SHEBOYGAN — Five-month-old, Shadow, will soon be Sophie Schmitt's new diabetic alert dog. The puppy will need two years of public access training, including scent work.
Once fully trained, she will be able to alert the 10-year-old from Sheboygan, a Type 1 Diabetic, when her blood sugar starts getting to a dangerous level.
"The scent work is actually pretty basic. We're doing saliva vials that we're giving to the trainer and she's teaching low alerts first," said Becky, Sophie's mom.
Shadow will learn how to put her paw on Sophie when Sophie's blood sugar starts to get low and she will nudge Sophie if her blood sugar is too high.
For now, the English black lab needs basic puppy training, which Sophie is handling like a pro.
"Shadow, down!" Sophie tells Shadow.
"She listens when I call her unless there's bacon in the kitchen," Sophie said.
"The service dog work is going to be right around $20,000 for two years," Becky said.
To pay for that, the family has aGoFundMe page and Sophie is back in the kitchen making more of the home-made dog treats she sold last year. Yes, Sophie has raised money for a service dog before.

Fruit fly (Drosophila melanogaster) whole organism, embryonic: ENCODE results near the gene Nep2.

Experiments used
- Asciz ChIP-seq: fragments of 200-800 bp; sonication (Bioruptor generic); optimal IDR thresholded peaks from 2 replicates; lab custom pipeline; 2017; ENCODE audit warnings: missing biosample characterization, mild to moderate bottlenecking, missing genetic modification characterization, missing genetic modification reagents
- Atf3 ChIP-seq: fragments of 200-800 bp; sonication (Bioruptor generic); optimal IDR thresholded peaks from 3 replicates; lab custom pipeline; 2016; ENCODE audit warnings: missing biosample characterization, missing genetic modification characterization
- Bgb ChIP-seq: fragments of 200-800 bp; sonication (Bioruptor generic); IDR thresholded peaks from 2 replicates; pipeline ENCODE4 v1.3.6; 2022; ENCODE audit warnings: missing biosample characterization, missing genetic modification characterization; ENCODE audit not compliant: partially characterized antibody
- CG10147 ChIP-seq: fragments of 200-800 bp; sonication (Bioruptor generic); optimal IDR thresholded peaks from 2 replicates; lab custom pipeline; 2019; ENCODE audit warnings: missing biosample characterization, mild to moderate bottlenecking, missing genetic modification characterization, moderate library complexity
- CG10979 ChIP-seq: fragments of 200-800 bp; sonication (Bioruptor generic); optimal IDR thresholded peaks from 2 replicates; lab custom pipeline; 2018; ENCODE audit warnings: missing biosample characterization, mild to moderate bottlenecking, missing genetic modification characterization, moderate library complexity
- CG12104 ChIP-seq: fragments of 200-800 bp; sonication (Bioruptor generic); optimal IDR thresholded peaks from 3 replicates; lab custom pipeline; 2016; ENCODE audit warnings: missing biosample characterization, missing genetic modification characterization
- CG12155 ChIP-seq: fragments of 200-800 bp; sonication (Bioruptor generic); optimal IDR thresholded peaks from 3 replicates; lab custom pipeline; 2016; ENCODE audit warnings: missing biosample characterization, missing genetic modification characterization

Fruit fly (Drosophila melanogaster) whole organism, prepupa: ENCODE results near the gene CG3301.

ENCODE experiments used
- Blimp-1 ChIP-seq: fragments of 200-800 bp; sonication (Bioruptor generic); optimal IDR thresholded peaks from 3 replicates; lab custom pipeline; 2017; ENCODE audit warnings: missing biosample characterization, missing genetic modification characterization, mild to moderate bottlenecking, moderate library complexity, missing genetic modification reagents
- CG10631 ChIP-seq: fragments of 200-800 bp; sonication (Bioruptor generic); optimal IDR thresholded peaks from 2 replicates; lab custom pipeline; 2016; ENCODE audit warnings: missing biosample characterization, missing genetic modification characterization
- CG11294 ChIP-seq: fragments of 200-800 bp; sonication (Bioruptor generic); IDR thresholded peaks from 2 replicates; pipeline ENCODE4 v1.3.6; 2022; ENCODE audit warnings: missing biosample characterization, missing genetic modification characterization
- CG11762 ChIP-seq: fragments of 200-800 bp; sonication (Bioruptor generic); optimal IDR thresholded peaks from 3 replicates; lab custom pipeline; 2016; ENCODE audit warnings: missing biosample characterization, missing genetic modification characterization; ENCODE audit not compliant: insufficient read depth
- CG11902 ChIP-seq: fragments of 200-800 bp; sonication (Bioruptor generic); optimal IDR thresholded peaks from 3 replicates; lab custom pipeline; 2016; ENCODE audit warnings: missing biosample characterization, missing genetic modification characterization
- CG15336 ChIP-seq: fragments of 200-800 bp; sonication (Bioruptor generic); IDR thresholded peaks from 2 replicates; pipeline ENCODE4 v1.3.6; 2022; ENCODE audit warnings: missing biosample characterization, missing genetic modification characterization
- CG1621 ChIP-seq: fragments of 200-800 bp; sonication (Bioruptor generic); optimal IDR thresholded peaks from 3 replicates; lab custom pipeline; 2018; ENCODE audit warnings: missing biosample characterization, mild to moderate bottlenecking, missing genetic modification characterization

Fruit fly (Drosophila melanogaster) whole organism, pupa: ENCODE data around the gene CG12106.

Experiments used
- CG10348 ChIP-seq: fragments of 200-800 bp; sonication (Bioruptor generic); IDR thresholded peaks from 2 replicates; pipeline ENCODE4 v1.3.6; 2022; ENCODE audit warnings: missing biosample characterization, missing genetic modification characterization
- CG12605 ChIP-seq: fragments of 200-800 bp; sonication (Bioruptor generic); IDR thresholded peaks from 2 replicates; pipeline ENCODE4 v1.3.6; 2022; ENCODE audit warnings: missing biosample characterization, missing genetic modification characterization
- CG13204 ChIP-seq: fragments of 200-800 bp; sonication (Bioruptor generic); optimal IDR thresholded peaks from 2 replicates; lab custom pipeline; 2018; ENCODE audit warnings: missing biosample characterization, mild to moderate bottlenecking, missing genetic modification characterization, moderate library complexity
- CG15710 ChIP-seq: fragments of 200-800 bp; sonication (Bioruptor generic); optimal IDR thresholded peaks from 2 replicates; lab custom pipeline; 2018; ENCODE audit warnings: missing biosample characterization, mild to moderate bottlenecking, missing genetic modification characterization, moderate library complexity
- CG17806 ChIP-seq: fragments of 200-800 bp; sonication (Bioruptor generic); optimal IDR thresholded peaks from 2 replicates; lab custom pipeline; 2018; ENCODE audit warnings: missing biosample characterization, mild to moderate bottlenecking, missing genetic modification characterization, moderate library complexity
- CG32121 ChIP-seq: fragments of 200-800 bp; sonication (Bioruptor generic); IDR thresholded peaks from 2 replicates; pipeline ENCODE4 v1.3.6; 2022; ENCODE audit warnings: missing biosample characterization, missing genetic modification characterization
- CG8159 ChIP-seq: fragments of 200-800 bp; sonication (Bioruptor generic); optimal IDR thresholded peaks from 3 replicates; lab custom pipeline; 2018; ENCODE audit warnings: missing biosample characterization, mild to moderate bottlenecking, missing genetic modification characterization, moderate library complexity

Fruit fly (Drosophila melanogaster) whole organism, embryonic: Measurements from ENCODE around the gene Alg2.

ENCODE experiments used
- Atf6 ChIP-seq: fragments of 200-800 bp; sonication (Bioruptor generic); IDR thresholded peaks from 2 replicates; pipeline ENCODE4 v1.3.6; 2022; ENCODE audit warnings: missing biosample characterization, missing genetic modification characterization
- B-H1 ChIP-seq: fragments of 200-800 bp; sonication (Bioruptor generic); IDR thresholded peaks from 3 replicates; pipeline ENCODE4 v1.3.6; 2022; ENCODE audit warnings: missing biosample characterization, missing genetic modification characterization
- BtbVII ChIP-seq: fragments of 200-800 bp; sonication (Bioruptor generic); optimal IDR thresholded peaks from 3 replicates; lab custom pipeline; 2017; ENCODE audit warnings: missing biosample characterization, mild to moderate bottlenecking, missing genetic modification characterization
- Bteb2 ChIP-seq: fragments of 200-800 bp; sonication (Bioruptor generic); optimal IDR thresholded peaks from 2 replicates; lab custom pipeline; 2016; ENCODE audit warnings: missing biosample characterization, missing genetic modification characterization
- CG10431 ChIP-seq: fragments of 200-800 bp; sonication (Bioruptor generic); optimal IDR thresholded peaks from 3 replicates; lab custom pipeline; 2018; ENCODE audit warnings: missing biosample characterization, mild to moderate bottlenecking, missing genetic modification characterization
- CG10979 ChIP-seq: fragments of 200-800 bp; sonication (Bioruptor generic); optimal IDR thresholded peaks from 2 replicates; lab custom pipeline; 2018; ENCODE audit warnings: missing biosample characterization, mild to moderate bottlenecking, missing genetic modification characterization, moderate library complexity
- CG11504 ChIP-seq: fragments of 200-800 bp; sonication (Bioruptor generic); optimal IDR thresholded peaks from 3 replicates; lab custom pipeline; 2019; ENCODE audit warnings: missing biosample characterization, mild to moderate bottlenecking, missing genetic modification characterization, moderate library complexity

Before COVID-19 hit, she spent months raising $20,000 for Jacoby.
Sophie thought Jacoby, a cream-colored lab, would be her diabetic alert dog.
Last Spring, at the start of the pandemic, she and her mom picked up Jacoby from Service Dogs by Warren Retrievers or SDWR, a nonprofit in Virginia.
Becky and Sophie say Jacoby wasn't potty trained and didn't know basic puppy skills.
"Why not try to train Jacoby? What was the process behind 'let's get a new dog here?'" The I-Team's Kristin Byrne asked Becky.
"Well, Jacoby is almost four years old and we don't know her past," Becky said.
"A lot of skittish behavior and a lot of anxiety," she said.
"Socially, she doesn't fit the profile to be a service dog," she continued. The Schmitt family kept Jacoby as a family pet instead.
Back in November, the I-Team heard from families with similar stories in different states.They had special needs children and claim they raised more than $20,000 and either received an untrained dog from SDWR or never got a service dog from the company.
Virginia's Attorney General filed a lawsuit against SDWR and over the summer, the company filed for bankruptcy.
The personal attorney for the company's president told the I-Team he did nothing wrong and didn't scam anyone.
Shadow has been a good distraction for Becky and Sophie and has provided comfort while everything works itself out in the court system.
Sophie will be working with a new trainer and Becky says this time around the result will be different.
"She's not going to take our funds if Shadow doesn't become a diabetic alert dog," said Becky.